- Funding: R21 AA023039
- Principal Investigator: Meenakshi Sabina Subbaraman, PhD
While some suggest that cannabis use is related to increased drinking among individuals with alcohol use disorders (AUD), others have found that cannabis may substitute for alcohol and therefore reduce alcohol consumption among these individuals. However, no study has prospectively examined whether cannabis use is associated with increases or decreases in alcohol use in individuals in treatment for AUD.
Primary aims: The primary aims of this study are to examine the effects of changes in cannabis use (i.e., increased vs. decreased use) during AUD treatment on post-treatment (immediately after treatment; one year, three years post-treatment) alcohol use and related problems. We will also investigate potential moderators (e.g., baseline dependence severity, social support) and mediators (e.g., alcohol cravings) of the relationship between cannabis use and AUD treatment outcomes. Preliminary analyses will also examine differences between those who use vs. do not use cannabis.
Design: The proposed study is a secondary analysis of the two largest AUD treatment studies undertaken in the United States: the COMBINE Study and Project MATCH.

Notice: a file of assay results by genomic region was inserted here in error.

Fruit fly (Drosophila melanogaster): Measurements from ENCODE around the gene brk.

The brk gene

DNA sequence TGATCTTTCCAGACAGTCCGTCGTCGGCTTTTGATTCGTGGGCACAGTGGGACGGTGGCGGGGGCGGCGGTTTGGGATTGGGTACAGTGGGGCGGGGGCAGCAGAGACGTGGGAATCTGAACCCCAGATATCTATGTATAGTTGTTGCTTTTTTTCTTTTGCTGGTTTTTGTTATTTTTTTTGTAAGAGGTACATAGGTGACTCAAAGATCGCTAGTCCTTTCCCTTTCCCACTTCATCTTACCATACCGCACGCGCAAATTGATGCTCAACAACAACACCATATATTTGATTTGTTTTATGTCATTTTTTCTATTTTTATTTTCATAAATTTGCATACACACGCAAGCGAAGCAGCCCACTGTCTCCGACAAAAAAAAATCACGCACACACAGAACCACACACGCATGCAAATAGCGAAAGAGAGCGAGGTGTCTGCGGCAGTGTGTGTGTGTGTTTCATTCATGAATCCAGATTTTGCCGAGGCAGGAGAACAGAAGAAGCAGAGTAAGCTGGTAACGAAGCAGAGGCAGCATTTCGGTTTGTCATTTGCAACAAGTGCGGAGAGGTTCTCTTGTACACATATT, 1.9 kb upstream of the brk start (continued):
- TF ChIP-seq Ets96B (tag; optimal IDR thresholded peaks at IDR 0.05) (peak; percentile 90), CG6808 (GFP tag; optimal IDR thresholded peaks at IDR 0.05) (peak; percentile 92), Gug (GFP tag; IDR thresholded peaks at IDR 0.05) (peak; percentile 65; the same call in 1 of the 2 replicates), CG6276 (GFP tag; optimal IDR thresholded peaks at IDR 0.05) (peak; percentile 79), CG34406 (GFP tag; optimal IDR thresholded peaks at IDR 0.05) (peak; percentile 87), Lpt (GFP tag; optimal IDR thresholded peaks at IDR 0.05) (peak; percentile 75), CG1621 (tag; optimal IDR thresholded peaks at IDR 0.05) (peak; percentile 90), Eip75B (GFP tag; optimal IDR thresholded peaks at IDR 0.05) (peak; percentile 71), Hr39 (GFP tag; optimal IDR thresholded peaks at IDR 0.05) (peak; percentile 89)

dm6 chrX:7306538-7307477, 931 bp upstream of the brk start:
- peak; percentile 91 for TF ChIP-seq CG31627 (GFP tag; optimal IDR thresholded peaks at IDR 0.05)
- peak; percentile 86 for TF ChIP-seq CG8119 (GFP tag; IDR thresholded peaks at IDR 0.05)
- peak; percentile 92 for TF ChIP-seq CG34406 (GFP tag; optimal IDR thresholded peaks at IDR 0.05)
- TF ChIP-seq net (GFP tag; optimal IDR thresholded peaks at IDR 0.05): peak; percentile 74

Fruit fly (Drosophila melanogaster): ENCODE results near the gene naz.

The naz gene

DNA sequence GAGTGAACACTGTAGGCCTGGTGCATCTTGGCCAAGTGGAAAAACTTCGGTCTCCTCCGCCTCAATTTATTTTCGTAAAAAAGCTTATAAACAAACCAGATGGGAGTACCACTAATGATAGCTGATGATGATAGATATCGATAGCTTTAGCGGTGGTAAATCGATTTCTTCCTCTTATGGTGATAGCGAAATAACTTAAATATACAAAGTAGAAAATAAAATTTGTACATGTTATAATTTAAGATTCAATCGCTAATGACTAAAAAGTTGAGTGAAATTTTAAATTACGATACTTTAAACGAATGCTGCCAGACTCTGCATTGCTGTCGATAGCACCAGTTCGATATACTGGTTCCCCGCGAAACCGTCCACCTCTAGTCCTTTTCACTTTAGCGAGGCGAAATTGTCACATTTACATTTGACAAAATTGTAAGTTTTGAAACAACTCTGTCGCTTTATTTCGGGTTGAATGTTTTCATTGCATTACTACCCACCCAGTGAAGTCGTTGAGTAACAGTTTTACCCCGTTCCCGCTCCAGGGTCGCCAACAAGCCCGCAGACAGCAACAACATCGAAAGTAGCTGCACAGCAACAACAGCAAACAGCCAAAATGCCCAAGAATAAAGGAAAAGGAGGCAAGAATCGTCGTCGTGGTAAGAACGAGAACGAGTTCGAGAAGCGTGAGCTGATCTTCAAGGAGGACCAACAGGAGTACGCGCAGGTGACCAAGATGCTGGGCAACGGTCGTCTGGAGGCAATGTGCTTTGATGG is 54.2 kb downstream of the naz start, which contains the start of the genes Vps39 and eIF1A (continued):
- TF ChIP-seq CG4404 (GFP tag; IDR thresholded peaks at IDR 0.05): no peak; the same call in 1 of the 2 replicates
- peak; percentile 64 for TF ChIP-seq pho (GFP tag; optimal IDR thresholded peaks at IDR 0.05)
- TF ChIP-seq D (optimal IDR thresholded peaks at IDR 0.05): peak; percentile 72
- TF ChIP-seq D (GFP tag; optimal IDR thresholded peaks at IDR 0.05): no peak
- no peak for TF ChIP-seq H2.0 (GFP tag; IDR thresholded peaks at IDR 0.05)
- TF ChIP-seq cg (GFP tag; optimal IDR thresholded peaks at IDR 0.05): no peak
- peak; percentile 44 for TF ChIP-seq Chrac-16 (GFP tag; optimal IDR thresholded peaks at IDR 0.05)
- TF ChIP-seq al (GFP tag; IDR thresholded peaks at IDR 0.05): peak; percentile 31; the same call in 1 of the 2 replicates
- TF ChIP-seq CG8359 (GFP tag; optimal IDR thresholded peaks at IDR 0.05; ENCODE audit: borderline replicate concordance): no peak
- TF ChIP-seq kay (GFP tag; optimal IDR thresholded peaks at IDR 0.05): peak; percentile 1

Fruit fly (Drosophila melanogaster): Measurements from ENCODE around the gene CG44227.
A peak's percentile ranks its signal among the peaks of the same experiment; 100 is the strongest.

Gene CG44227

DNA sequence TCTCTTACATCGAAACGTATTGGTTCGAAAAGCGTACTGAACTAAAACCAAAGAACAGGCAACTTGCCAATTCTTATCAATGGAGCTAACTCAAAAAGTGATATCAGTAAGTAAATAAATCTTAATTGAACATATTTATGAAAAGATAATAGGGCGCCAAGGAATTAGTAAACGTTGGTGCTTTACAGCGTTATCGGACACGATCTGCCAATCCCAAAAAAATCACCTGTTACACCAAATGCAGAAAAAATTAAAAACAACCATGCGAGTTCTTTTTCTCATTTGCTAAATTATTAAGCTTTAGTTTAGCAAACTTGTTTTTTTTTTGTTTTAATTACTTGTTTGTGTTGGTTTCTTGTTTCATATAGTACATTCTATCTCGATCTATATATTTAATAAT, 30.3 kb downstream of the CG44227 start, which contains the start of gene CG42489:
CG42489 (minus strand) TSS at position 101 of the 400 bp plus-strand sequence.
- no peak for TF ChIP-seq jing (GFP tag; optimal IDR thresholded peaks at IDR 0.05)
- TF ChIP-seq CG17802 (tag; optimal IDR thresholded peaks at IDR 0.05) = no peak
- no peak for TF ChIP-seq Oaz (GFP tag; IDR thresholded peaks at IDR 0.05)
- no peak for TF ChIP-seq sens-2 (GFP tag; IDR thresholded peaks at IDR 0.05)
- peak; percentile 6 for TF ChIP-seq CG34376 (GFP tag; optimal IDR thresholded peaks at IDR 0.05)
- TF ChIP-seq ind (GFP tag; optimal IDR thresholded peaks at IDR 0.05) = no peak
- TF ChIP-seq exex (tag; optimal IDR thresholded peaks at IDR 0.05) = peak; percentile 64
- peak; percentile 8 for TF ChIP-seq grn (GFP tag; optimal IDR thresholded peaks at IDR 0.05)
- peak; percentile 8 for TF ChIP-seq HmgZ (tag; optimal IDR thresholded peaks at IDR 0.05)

Methods: Our sample consists of individuals with AUD who use cannabis but are not polysubstance dependent. Analyses will employ novel, highly sophisticated statistical methods, including Targeted Maximum Likelihood Estimation (TMLE) and Super Learner. TMLE and Super Learner use machine-learning and cross-validation to control for confounding and reduce bias; these features are particularly important because we are not able to randomize the cannabis use exposure and must control for selection factors.
Hypotheses: We hypothesize that increased cannabis use during AUD treatment predicts increased drinking and related problems posttreatment compared to decreased cannabis use. We further hypothesize that high baseline alcohol use severity and low baseline social support worsen the negative effects of cannabis use on alcohol outcomes. Finally, we hypothesize that the effects of cannabis on alcohol use are mediated by increases in alcohol cravings.
Innovation: This study will be the first to 1) quantify the long-term effects of cannabis use among individuals in treatment for AUD; 2) examine moderators of the effects of cannabis use on alcohol-related outcomes in individuals in treatment for AUD; and 3) assess mechanisms by which cannabis use affects alcohol-related outcomes in these individuals. Results will inform the clinical ambiguity regarding cannabis use and treatment for AUD, which is particularly timely given that the recent decriminalization of cannabis in several US states may increase the frequency or severity of cannabis use in this population.